Telematics shows battery degradation is just 12% after 6 years
Geotab has developed a free tool to compare the average battery degradation over time for different vehicle makes and model years. The tool is based on an analysis of 6,300 fleet and consumer electric vehicles – both PHEVs and pure EVs. There are some noticeable differences between the models, but in general, battery degradation seems reassuringly limited. The free tool shows that on average, the State of Health (SoC) is still 87.9% after 6 years, meaning that just 12.1% of the initial kWh have been lost.
Battery degradation is a natural process that permanently reduces the amount of energy a battery can store, so after a few years your range will reduce. It depends on the age of the vehicle, on whether it is frequently used at high or at low state of charge (SoC), how many times the battery has been charged and discharged, and how many of the charging has been done by DC fast chargers.
Comparing models to optimise TCO
The interesting thing about Geotab’s research is that it provides real-life data from 21 different vehicle models, which have been followed during a total of 1.8 million days. It makes the data relatively representative and allows you to compare cars before you buy them.
In the Geotab blog, Charlotte Argue, Senior Manager, Fleet Electrification points at two reasons for the differences: battery chemistry and thermal management. Even though all batteries are lithium-ion, there is a difference in the materials used for the electrodes. Moreover, batteries with liquid cooling seem to perform better than air-cooled ones. As a case in point, the 2015 Tesla Model S lost just 2.3% on average, whereas the 2015 Nissan Leaf posted a 4.2% degradation.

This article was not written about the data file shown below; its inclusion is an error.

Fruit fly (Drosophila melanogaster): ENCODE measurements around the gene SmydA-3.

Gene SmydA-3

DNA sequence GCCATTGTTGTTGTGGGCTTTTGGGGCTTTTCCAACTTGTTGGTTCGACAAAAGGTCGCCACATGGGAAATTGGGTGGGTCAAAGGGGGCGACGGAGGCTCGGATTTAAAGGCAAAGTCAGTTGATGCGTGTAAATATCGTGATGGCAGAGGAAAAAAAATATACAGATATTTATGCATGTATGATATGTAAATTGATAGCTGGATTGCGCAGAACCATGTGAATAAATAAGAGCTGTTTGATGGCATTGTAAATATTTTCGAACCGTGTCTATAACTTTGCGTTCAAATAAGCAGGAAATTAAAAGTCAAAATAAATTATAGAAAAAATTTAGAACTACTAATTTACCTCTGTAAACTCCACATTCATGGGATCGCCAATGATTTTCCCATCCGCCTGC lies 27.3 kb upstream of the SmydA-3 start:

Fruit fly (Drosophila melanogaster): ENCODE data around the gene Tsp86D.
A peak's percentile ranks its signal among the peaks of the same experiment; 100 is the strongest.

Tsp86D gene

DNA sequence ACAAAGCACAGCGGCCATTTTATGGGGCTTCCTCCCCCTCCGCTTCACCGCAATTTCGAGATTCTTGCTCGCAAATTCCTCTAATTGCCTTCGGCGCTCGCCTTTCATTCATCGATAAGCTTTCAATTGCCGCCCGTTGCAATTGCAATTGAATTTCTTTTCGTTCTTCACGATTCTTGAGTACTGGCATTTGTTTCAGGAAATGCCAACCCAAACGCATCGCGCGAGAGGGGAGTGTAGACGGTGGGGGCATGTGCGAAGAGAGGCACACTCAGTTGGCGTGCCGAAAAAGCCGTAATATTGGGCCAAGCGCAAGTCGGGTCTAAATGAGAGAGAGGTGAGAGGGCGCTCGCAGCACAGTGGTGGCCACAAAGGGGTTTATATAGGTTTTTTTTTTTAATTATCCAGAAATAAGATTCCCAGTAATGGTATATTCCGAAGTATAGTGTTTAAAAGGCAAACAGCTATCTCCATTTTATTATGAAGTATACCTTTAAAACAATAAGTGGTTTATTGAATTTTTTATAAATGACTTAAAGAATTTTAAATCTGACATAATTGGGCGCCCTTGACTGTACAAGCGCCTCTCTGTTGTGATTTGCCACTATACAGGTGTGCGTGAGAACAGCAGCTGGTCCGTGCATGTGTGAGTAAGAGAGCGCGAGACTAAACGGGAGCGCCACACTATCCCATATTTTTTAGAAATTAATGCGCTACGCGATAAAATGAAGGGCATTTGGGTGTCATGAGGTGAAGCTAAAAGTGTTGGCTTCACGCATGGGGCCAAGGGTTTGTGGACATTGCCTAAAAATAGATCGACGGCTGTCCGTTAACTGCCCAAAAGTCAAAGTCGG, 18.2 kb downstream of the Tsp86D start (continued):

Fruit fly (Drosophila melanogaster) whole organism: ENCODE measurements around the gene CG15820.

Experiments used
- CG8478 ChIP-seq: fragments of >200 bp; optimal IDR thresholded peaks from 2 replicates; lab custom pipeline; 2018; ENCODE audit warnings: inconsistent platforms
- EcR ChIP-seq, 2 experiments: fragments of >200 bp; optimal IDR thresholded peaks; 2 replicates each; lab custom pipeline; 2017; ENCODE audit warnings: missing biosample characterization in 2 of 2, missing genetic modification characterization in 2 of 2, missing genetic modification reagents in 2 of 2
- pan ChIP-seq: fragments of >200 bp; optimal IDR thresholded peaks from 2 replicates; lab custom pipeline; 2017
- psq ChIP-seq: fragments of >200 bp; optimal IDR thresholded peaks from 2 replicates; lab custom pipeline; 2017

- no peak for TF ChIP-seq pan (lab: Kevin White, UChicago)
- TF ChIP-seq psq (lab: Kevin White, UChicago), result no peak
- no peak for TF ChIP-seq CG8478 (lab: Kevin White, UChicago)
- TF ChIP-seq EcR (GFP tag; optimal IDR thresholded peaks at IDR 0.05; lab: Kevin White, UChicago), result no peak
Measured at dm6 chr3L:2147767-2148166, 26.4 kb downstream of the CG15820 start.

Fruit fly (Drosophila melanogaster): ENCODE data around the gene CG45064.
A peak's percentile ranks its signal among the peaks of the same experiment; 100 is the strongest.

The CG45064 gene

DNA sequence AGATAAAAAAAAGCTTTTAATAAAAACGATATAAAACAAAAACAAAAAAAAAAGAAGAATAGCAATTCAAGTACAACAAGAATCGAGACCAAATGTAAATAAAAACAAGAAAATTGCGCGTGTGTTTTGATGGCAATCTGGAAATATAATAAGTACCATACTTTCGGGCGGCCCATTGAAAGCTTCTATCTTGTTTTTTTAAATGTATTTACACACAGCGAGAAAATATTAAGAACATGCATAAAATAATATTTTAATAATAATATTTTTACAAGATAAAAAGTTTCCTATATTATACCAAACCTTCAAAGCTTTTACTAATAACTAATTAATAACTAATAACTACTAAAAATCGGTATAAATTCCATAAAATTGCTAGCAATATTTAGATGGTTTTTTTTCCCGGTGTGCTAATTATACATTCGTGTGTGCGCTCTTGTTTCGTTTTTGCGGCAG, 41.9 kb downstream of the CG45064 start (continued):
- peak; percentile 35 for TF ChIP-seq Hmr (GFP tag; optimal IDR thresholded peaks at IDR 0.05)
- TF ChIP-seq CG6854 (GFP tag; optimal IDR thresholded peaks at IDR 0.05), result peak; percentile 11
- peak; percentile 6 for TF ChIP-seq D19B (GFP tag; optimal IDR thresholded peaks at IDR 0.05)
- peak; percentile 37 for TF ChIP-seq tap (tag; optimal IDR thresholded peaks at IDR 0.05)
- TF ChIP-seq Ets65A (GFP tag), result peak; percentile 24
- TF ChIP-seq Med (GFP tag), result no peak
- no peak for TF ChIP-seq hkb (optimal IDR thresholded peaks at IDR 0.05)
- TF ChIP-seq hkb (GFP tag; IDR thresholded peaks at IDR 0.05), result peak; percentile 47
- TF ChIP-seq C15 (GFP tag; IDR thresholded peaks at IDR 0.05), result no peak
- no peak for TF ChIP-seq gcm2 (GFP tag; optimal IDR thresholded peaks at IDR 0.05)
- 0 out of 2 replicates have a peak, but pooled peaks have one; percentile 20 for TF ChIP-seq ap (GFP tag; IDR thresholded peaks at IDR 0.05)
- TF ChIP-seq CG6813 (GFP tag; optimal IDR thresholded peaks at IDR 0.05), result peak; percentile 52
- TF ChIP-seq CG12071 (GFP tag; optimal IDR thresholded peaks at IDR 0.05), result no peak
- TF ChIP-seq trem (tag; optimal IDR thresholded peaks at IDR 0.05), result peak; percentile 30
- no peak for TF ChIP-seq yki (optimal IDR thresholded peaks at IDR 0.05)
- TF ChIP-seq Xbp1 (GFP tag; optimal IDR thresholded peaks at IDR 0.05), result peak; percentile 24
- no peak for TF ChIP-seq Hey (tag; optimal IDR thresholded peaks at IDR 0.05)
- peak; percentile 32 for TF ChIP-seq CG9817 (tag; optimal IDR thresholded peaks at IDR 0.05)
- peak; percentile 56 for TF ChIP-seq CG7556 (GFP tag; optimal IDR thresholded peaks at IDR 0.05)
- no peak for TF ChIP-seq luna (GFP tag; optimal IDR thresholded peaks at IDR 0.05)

The battery is an important element in the Total Cost of Ownership of an EV. The longer its health is sustained, the more range it gives and the less you have to recharge it – which is time-consuming. Also, the better the battery’s health, the higher the EV’s residual value. A 5-year-old electric car with a SoH of 90% will be worth more on the used-car market than a similar vehicle with just 75% left.
Even though the graph shows a linear evolution of the battery’s state of health, it actually degrades non-linearly, Geotab has found. After an initial drop, the decline is quite linear, but towards the end of its life, the battery will see a final significant drop, as shown below.
“Fortunately for the drivers, too few batteries we’ve observed have reached the end-of-life drop for us to predict at what point this is likely to occur”, writes Charlotte Argue. “We will continue to monitor to see when the non-linear degradation (also known as the “heel”) begins.”
Discover what telematics can do for you
Global telematics company Geotab is founding partner of Fleet Europe's Connected Fleets Conference, the second edition of which takes place on January 28 and 29 in Brussels, Belgium. The theme of this conference is Parcel Delivery and Last Mile Solutions. You can discover the full programme and registration details here.